If like me you're using Git for multiple client projects and open source work on GitHub on the same machine, you'll hit a problem early on where the email address you use for GitHub is different to the email address you need to use for client projects.
Why is this a problem?
Usually you'll set your email address globally for Git:
git config --global user.email firstname.lastname@example.org
If you push a commit with an author email address which isn't yours, the commits won't be linked to you.
I'm mainly using GitHub for open source and GitLab for client work at the moment, so I'll show examples from those systems. They both use the commit author's email address to link commits to a user.
In GitHub If you use an email address that isn't linked to your account, your commits will look like this:
And in GitLab:
The solution is to make use of Git config conditional includes.
We will create a
.gitconfig file with settings for work repositories, another for GitHub, and then reference them from the global Git config file.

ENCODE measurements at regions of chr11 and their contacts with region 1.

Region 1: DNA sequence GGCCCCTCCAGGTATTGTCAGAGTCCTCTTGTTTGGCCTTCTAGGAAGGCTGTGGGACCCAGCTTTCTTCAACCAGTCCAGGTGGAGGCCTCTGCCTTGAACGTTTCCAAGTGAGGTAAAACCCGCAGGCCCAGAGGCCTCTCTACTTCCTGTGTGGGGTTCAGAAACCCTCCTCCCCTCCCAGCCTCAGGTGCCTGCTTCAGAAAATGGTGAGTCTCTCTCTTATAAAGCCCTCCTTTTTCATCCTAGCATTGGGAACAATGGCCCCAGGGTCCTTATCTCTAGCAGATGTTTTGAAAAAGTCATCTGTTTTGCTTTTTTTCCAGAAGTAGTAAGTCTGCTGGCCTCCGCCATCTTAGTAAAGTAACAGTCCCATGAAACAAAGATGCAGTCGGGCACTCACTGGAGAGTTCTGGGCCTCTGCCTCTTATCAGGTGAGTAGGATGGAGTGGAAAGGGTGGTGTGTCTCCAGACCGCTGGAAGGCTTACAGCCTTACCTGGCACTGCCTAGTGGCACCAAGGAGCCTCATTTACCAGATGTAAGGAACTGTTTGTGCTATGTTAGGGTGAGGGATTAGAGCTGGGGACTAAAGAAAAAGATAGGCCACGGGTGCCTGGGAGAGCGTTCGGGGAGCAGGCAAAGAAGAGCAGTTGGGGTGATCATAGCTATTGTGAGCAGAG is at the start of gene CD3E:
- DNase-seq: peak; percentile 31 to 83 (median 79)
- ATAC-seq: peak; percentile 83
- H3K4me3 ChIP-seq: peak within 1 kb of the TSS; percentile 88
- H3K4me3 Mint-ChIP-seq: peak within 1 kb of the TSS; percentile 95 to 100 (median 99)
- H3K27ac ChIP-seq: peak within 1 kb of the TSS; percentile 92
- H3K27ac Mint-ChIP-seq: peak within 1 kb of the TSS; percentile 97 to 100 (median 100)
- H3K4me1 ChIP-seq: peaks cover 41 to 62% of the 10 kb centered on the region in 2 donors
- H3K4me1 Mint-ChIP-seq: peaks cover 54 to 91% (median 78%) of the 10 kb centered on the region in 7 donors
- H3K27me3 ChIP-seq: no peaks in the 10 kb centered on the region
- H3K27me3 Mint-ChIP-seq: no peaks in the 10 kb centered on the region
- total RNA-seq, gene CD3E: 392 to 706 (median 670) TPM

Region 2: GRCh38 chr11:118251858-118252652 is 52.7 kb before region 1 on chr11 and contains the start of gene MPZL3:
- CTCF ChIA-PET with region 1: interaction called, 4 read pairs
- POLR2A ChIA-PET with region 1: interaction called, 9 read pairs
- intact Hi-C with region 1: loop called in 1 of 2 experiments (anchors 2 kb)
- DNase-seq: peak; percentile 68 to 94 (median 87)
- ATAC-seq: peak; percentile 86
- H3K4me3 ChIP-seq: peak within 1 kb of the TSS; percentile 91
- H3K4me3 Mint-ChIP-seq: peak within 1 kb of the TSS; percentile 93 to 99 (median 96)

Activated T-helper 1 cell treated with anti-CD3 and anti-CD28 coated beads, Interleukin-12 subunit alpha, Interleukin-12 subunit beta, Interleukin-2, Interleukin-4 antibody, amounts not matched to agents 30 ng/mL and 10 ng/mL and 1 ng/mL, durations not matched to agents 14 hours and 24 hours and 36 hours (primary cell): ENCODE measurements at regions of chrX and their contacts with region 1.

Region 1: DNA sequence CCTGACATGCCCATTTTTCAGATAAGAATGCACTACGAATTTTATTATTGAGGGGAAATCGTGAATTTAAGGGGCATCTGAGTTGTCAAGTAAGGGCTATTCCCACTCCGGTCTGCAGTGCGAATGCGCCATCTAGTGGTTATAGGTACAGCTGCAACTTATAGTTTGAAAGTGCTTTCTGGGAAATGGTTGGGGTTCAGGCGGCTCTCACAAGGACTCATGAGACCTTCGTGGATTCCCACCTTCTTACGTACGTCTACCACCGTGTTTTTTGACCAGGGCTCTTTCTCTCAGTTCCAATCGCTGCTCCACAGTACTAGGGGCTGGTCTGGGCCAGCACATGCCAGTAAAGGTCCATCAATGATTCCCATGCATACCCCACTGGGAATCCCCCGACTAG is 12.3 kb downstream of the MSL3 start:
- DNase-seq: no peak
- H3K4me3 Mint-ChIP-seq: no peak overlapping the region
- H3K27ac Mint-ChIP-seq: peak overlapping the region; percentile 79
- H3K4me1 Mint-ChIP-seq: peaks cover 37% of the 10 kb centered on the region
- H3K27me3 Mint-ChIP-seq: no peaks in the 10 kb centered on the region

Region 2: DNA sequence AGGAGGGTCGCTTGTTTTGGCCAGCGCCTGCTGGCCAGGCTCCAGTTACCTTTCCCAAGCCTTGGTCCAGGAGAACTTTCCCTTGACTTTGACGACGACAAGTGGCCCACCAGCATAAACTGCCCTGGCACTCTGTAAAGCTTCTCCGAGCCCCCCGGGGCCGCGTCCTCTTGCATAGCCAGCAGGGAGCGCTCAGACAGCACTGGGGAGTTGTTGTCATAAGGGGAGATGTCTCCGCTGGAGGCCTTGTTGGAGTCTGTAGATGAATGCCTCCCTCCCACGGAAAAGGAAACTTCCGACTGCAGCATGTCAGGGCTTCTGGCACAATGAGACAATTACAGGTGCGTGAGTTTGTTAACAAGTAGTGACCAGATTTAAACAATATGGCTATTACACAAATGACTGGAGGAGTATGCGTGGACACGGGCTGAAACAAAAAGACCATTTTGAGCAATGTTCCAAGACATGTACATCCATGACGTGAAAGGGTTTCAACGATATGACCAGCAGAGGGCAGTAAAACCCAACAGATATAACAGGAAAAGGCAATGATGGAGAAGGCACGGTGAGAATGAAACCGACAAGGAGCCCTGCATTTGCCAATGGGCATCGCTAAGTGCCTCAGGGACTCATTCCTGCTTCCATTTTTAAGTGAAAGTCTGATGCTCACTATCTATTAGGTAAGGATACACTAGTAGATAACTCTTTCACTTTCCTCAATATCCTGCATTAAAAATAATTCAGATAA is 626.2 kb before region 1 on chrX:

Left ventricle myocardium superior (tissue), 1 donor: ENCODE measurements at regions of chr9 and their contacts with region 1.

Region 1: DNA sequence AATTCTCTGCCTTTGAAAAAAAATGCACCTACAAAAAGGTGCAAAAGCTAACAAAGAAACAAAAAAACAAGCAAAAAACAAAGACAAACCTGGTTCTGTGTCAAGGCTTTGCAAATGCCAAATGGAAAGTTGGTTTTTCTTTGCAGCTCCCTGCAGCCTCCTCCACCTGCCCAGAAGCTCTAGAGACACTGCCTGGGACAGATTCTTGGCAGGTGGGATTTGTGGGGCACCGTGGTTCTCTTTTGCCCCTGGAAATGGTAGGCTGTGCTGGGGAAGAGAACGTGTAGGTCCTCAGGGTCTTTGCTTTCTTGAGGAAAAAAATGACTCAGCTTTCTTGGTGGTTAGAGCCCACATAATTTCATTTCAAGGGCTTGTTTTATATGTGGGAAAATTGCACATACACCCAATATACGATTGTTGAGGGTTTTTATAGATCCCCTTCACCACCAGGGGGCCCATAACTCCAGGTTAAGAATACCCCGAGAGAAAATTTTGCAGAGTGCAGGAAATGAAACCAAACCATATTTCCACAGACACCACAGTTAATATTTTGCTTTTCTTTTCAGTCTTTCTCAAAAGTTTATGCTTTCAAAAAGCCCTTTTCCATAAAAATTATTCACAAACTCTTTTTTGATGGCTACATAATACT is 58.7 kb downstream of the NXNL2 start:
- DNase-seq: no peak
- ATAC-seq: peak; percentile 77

We need to make two folders, one called
github and another called
work. The config will tell Git to use your GitHub email for repros in the
github folder and your work email for repros in the
First, add the following to your global Git config file at
[includeIf "gitdir:github/"] path = .gitconfig-github [includeIf "gitdir:work/"] path = .gitconfig-work
Also, remove the
[user] section if you have it.
Next create a file at
~/.gitconfig-github with the following content. You'll need to use your email address here:
[user] email = email@example.com
And create a file at
~/.gitconfig-work with the following content. Use your work email address here:
[user] email = firstname.lastname@example.org
Now, any Git repros under a folder called
github anywhere on your file system will use the GitHub email address, and any repros under a folder called
work will use your work email address.